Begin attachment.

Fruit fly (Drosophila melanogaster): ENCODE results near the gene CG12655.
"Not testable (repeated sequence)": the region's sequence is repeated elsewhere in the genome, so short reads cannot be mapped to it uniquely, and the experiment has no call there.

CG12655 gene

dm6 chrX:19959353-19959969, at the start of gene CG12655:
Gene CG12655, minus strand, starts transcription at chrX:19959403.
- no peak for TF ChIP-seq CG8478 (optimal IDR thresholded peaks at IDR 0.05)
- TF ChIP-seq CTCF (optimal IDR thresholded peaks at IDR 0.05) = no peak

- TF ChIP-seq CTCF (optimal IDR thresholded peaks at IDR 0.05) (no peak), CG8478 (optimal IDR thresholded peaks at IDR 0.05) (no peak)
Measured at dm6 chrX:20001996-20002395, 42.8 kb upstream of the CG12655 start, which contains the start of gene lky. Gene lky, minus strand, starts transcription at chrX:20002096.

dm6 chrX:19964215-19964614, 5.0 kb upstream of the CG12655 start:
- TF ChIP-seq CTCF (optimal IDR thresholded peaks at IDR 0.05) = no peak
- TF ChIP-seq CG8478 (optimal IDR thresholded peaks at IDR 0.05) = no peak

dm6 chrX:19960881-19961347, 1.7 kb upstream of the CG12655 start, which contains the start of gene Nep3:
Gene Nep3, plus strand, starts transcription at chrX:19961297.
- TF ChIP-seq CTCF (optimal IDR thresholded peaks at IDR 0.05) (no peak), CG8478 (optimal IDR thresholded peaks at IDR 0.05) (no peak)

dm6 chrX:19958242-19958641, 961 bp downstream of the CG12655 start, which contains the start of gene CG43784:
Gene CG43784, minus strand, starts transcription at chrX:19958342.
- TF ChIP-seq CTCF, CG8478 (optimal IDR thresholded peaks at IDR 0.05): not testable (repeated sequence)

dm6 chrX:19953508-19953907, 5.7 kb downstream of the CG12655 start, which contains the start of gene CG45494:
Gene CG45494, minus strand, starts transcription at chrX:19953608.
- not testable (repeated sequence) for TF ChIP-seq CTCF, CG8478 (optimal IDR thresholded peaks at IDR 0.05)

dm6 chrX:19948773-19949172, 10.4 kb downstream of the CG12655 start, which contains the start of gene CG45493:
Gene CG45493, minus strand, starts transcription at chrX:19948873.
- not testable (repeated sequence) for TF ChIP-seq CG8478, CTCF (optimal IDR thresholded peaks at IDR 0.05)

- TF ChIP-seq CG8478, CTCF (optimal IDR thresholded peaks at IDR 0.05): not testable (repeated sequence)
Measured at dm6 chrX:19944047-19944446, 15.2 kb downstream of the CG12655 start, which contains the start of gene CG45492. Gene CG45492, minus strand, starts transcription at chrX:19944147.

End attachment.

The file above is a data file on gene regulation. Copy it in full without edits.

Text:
Fruit fly (Drosophila melanogaster): ENCODE results near the gene CG12655.
"Not testable (repeated sequence)": the region's sequence is repeated elsewhere in the genome, so short reads cannot be mapped to it uniquely, and the experiment has no call there.

CG12655 gene

dm6 chrX:19959353-19959969, at the start of gene CG12655:
Gene CG12655, minus strand, starts transcription at chrX:19959403.
- no peak for TF ChIP-seq CG8478 (optimal IDR thresholded peaks at IDR 0.05)
- TF ChIP-seq CTCF (optimal IDR thresholded peaks at IDR 0.05) = no peak

- TF ChIP-seq CTCF (optimal IDR thresholded peaks at IDR 0.05) (no peak), CG8478 (optimal IDR thresholded peaks at IDR 0.05) (no peak)
Measured at dm6 chrX:20001996-20002395, 42.8 kb upstream of the CG12655 start, which contains the start of gene lky. Gene lky, minus strand, starts transcription at chrX:20002096.

dm6 chrX:19964215-19964614, 5.0 kb upstream of the CG12655 start:
- TF ChIP-seq CTCF (optimal IDR thresholded peaks at IDR 0.05) = no peak
- TF ChIP-seq CG8478 (optimal IDR thresholded peaks at IDR 0.05) = no peak

dm6 chrX:19960881-19961347, 1.7 kb upstream of the CG12655 start, which contains the start of gene Nep3:
Gene Nep3, plus strand, starts transcription at chrX:19961297.
- TF ChIP-seq CTCF (optimal IDR thresholded peaks at IDR 0.05) (no peak), CG8478 (optimal IDR thresholded peaks at IDR 0.05) (no peak)

dm6 chrX:19958242-19958641, 961 bp downstream of the CG12655 start, which contains the start of gene CG43784:
Gene CG43784, minus strand, starts transcription at chrX:19958342.
- TF ChIP-seq CTCF, CG8478 (optimal IDR thresholded peaks at IDR 0.05): not testable (repeated sequence)

dm6 chrX:19953508-19953907, 5.7 kb downstream of the CG12655 start, which contains the start of gene CG45494:
Gene CG45494, minus strand, starts transcription at chrX:19953608.
- not testable (repeated sequence) for TF ChIP-seq CTCF, CG8478 (optimal IDR thresholded peaks at IDR 0.05)

dm6 chrX:19948773-19949172, 10.4 kb downstream of the CG12655 start, which contains the start of gene CG45493:
Gene CG45493, minus strand, starts transcription at chrX:19948873.
- not testable (repeated sequence) for TF ChIP-seq CG8478, CTCF (optimal IDR thresholded peaks at IDR 0.05)

- TF ChIP-seq CG8478, CTCF (optimal IDR thresholded peaks at IDR 0.05): not testable (repeated sequence)
Measured at dm6 chrX:19944047-19944446, 15.2 kb downstream of the CG12655 start, which contains the start of gene CG45492. Gene CG45492, minus strand, starts transcription at chrX:19944147.